The lethal dose in pediatric patients is not known. The lethal dose in adults is estimated to be 2 to 5 grams. The initial symptoms are nystagmus, ataxia, and dysarthria. Other signs are tremor, hyperreflexia, somnolence, drowsiness, lethargy, slurred speech, blurred vision, nausea, vomiting. The patient may become comatose and hypotensive. Death is due to respiratory and circulatory depression. There are marked variations among individuals with respect to phenytoin serum levels where toxicity may occur. Nystagmus on lateral gaze usually appears at 20mcg/mL and ataxia at 30mcg/mL, dysarthria and lethargy appear when the serum concentration is >40mcg/mL, but a concentration as high as 50mcg/mL has been reported without evidence of toxicity. As much as 25 times the therapeutic dose has been taken to result in a serum concentration >100mcg/mL with complete recovery.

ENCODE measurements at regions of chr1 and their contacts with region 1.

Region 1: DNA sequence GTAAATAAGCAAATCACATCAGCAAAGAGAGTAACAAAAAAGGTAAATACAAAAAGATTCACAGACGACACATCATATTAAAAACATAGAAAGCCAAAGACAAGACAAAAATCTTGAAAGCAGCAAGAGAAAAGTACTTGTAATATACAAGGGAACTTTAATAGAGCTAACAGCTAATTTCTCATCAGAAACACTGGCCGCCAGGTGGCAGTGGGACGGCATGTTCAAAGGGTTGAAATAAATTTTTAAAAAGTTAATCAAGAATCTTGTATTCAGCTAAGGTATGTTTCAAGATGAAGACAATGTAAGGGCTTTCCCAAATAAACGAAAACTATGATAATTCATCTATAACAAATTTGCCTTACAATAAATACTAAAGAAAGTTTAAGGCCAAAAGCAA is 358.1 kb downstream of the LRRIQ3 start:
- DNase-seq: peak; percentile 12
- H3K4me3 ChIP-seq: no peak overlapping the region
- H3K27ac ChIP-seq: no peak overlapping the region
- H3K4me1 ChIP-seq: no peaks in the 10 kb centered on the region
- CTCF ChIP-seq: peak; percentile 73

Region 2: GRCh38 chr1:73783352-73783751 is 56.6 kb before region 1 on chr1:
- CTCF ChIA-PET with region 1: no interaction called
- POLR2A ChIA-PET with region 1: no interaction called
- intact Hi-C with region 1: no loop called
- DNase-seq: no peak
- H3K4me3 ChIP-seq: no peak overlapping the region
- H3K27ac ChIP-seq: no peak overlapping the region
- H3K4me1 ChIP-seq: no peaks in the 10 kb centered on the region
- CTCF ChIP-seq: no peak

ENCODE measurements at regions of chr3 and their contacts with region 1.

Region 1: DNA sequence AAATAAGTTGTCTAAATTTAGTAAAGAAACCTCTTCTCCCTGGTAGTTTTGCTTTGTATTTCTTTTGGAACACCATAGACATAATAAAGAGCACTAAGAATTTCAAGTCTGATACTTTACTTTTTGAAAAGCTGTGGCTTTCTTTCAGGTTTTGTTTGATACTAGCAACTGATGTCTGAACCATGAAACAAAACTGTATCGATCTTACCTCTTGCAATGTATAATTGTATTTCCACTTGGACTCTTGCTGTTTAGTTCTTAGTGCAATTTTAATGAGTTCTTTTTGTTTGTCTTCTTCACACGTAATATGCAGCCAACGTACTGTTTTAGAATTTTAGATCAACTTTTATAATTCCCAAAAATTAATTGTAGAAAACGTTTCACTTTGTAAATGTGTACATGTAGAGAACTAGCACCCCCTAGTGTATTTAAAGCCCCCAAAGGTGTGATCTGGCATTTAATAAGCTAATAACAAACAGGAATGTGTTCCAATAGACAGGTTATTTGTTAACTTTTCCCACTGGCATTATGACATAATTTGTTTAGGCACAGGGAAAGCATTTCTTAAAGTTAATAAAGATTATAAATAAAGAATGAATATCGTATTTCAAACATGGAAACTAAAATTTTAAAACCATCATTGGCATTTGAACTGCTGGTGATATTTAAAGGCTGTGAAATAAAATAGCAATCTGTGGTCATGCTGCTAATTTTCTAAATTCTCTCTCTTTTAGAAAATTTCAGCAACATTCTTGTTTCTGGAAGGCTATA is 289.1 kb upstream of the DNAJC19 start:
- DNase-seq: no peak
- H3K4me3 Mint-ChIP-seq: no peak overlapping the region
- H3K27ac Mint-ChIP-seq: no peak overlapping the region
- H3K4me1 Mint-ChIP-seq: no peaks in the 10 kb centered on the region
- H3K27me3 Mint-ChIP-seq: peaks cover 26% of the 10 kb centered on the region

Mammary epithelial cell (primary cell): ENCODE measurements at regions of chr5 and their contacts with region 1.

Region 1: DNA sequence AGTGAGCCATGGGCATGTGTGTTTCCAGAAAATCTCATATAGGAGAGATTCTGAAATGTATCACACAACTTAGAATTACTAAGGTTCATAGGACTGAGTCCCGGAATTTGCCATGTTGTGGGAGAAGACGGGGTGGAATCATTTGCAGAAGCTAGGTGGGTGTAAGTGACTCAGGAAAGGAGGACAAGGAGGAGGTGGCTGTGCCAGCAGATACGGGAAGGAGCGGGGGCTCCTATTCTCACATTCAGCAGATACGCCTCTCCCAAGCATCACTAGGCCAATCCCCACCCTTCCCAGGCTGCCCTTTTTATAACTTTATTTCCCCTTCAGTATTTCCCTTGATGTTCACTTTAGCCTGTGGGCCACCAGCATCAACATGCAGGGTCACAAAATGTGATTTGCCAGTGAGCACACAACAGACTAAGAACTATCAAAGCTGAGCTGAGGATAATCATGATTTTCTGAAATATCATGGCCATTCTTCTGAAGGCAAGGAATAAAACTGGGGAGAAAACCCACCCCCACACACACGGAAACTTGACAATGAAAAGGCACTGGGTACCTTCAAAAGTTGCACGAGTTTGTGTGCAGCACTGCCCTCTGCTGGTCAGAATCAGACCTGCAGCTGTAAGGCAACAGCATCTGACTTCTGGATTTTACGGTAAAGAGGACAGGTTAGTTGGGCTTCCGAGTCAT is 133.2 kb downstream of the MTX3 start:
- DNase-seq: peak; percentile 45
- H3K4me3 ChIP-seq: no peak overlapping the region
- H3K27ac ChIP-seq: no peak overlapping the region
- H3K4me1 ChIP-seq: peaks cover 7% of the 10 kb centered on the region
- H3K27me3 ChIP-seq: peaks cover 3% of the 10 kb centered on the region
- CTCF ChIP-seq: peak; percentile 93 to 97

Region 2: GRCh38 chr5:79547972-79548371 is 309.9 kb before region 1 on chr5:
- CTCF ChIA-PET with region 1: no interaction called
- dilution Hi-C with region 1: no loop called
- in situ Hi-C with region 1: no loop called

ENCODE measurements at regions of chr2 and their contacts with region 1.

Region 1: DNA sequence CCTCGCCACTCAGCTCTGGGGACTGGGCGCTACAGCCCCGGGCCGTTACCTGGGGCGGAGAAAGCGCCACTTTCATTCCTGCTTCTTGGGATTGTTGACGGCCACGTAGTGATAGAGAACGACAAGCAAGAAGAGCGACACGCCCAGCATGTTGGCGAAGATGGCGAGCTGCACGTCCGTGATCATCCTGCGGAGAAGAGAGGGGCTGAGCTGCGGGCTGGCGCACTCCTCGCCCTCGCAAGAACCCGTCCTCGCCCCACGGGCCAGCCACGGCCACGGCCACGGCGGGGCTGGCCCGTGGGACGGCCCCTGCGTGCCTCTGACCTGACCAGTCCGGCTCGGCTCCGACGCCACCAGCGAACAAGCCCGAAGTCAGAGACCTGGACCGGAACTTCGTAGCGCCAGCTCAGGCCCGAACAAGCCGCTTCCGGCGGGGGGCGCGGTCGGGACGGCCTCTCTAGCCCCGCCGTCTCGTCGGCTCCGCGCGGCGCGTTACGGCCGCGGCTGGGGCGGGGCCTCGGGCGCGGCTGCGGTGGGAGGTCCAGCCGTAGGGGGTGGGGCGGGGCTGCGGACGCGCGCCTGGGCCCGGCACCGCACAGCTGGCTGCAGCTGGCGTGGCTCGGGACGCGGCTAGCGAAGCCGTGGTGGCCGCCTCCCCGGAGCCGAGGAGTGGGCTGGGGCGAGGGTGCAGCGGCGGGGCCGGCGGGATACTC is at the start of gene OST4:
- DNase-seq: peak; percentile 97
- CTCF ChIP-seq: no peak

Treatment: Treatment is non-specific since there is no known antidote. The adequacy of the respiratory and circulatory systems should be carefully observed and appropriate supportive measures employed. Hemodialysis can be considered since phenytoin is not completely bound to plasma proteins. Total exchange transfusion has been in the treatment of severe intoxication in pediatric patients.
In acute overdosage the possibility of the presence of other CNS depressants, including alcohol, should be in mind.